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Blog 22/03/2019

Processing dynamic amount of flows in parallel in Mule 3

Parallel processing

Some weeks ago I wrote a blog about processing dynamic amount of flows in Mule 4. In this blog I described it can be very useful to be able to process flows in parallel in order to improve the performance of a service, and how we were able to achieve this in Mule 4. After writing this blog post, we found a similar use case. However, in this case we needed to update an existing project instead of building a new one. Unfortunately this flow was a Mule 3 flow, where the Group Based Aggregator is not available. One option would be to migrate the whole project from Mule 3 to Mule 4, but this would take a lot of time. So back to the drawing board!

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Mike Heeren /
Integratiespecialist

For Each loops and Scatter-Gather components

In the preceding blogpost about Mule 4 I already described the downsides of the For Each and Scatter-Gather components when you want to achieve dynamic parallelism within a Mule flow. These reasons also apply for Mule 3. If you are interested in these reasons, please click here.

During this blog we will use the same case as example, as we did in the earlier blogpost. We will create an HTTP POST method which will receive a list of cities. The Mule flow will enrich this data with the latitude and longitude using the MetaWeather API. Off course, we want to retrieve the latitude and longitude data for each city concurrently again.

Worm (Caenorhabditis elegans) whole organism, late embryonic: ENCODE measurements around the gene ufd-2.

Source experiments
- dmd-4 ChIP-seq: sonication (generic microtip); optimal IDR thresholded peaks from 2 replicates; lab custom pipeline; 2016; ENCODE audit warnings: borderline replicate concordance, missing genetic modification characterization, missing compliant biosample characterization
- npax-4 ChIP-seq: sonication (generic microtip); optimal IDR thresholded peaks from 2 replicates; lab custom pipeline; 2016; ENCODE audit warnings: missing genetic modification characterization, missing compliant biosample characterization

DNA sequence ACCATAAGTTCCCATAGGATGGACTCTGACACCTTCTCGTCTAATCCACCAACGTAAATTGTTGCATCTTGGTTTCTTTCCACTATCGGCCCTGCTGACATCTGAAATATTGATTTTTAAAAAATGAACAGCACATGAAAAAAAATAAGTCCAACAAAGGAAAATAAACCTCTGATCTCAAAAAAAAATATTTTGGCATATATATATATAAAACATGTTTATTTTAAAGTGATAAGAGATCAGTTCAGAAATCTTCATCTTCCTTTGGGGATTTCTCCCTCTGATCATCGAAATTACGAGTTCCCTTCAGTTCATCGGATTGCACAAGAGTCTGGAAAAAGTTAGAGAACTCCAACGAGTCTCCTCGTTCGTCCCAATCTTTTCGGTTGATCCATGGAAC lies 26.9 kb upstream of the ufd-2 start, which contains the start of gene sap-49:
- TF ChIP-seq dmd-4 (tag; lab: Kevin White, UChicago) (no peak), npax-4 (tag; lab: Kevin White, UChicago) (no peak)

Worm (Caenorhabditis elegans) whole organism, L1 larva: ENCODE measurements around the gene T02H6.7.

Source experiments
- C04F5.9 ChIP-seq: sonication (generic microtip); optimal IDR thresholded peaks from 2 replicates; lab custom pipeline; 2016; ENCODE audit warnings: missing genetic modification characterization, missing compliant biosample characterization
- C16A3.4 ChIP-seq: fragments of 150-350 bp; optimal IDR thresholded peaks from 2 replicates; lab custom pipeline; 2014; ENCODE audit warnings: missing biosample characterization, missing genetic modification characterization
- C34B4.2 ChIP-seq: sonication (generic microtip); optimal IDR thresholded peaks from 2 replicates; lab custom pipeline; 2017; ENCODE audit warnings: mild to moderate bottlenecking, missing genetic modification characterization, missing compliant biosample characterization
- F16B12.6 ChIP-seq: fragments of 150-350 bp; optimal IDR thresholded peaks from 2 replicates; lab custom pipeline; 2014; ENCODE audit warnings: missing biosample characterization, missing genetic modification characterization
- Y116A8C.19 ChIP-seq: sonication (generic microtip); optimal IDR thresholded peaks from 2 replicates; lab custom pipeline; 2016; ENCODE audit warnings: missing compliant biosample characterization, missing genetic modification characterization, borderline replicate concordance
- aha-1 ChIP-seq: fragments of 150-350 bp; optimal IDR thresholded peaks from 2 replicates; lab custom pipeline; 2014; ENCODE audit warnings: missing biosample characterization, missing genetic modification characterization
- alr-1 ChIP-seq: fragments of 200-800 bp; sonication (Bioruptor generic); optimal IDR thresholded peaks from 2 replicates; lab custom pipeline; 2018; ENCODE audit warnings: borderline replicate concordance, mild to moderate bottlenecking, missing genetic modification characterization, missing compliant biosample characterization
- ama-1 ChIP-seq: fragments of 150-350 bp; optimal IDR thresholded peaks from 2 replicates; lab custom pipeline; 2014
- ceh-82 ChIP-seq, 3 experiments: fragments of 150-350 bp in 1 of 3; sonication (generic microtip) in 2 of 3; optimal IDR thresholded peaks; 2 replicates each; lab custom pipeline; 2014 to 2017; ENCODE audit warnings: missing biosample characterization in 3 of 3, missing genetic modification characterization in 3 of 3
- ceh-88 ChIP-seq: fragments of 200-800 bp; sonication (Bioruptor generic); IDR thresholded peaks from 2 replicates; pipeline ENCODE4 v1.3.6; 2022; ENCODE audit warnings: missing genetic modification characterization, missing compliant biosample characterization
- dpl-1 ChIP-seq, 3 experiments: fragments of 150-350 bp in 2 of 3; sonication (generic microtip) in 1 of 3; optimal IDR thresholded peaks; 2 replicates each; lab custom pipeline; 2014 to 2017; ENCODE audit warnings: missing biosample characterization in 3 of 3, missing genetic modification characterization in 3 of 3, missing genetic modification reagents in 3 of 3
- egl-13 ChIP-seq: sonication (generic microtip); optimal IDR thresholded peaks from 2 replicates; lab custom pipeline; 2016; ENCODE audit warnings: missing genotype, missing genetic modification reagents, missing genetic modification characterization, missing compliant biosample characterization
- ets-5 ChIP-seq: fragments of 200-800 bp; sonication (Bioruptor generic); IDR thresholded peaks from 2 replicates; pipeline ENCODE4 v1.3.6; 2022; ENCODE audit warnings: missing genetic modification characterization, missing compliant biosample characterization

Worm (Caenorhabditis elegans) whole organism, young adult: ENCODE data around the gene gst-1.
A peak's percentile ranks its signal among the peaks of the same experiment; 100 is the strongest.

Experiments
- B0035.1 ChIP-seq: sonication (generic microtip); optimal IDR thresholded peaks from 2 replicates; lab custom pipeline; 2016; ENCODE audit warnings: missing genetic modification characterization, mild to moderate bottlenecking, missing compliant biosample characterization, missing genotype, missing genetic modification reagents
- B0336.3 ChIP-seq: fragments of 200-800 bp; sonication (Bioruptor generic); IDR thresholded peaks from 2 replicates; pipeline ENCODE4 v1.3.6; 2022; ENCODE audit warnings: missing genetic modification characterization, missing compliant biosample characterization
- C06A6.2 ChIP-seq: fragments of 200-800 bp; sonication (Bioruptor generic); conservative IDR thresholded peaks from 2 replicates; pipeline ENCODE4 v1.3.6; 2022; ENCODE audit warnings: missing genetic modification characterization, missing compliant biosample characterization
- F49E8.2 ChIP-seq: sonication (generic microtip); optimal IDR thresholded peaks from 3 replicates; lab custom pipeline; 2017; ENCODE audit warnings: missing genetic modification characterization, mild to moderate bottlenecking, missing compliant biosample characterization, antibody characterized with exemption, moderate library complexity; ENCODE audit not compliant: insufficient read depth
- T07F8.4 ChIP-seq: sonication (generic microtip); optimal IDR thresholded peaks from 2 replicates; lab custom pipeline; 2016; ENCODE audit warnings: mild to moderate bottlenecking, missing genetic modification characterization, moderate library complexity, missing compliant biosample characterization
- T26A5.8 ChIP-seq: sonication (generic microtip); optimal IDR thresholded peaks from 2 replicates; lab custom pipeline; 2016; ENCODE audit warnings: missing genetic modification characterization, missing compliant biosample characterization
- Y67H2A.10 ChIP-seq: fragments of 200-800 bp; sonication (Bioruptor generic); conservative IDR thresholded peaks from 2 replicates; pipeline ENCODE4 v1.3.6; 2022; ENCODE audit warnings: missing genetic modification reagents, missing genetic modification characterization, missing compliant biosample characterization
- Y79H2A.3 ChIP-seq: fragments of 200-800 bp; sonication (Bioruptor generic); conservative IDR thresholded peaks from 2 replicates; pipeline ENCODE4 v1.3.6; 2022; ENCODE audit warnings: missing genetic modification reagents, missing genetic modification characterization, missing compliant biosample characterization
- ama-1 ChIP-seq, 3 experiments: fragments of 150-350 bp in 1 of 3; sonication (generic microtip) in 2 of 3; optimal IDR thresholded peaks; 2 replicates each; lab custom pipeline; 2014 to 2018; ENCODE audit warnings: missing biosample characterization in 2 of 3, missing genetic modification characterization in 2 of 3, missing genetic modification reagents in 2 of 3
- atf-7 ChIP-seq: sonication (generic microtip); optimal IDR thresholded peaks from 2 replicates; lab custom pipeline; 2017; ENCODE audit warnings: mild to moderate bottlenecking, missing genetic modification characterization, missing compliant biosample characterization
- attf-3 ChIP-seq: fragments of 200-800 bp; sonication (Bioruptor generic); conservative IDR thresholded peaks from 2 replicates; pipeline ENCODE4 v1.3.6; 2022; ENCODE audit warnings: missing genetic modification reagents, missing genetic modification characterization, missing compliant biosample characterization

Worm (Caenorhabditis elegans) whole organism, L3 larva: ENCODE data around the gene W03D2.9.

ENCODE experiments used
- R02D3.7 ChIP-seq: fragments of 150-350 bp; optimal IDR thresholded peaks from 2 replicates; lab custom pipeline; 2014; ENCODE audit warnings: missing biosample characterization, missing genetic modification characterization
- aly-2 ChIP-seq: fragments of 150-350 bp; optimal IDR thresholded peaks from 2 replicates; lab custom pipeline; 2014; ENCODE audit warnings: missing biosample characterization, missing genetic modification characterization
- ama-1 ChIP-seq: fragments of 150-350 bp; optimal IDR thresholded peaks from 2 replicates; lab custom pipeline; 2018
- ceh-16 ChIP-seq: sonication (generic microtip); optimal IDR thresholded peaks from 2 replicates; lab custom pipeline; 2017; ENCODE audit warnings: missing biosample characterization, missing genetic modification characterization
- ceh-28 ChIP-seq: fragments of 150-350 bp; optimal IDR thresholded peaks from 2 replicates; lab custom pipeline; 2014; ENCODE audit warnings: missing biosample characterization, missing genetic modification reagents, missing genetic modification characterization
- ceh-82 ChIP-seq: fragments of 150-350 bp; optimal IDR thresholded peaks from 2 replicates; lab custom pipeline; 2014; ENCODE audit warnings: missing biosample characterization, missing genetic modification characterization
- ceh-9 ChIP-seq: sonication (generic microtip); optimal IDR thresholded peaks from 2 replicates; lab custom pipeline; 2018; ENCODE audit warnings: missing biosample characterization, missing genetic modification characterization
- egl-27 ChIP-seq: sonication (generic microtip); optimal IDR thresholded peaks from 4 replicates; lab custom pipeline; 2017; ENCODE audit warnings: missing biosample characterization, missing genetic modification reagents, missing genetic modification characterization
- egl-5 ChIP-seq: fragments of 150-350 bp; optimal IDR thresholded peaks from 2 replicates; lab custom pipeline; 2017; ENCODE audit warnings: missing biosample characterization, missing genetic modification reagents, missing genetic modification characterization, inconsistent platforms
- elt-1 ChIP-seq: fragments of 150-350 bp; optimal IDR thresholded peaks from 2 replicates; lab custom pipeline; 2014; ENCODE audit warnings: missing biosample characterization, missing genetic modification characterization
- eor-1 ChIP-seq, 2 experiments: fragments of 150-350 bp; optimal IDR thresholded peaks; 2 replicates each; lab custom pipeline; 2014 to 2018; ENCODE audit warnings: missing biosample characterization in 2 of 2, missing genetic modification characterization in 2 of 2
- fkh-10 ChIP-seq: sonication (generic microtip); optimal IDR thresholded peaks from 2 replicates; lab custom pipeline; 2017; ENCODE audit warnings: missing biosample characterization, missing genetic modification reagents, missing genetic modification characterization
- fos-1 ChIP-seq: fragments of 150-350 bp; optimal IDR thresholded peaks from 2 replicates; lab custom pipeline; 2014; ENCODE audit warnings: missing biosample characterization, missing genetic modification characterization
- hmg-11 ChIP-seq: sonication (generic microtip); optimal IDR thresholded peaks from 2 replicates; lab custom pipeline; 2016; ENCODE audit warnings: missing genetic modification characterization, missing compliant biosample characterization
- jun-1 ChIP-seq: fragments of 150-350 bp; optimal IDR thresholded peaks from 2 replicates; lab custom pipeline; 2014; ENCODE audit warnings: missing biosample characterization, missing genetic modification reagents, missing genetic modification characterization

What about the Request-Reply scope and VM queues?

You are able to process data in parallel threads by using VM queues. What we could do is that we nest a VM queue within a For Each loop in order to trigger multiple (sub) threads. However, we still need the main thread to wait until all sub threads were completed, in order to aggregate the result.

For Each loop with VM queue

Another component that is available in Mule 3 is the Request-Reply scope. This, in combination with VM queues, can be used to convert a part of a synchronous flow to an asynchronous flow (so it can make the main flow wait until the parallelly executed sub flow is completed).

This sounded like a good solution. However, unfortunately it seems that you are not able to start multiple VM queues from the Request phase, but receive just 1 trigger in the Reply phase when all sub threads were completed.

Request-Reply scope with For Each and VM queues

Another thing I’ve tried was to wrap a For Each loop (or Collection Splitter­ – Collection Aggregator construction) around the Request-Reply scope. However, this caused the behavior that the main flow would wait for each sub flow to complete, before starting the next sub flow. So basically all sub flows would be processed sequentially then.

Note: The Message Properties element within the For Each is required to make the Request-Replywork within a For Each loop.

For Each loop with Request-Reply scope and VM queues

Back to the drawing board… Again!

We decided to switch back to the Mule 4 solution as starting point. We started by nesting a Async block inside a For Each loop. For the aggregation we use a custom Java class named ParallelProcessor and a custom Exception implementation named ParallelProcessorException:

ParallelProcessor.java

public class ParallelProcessor implements Serializable {
  private static final long serialVersionUID = 1L;
  private final int totalRecords;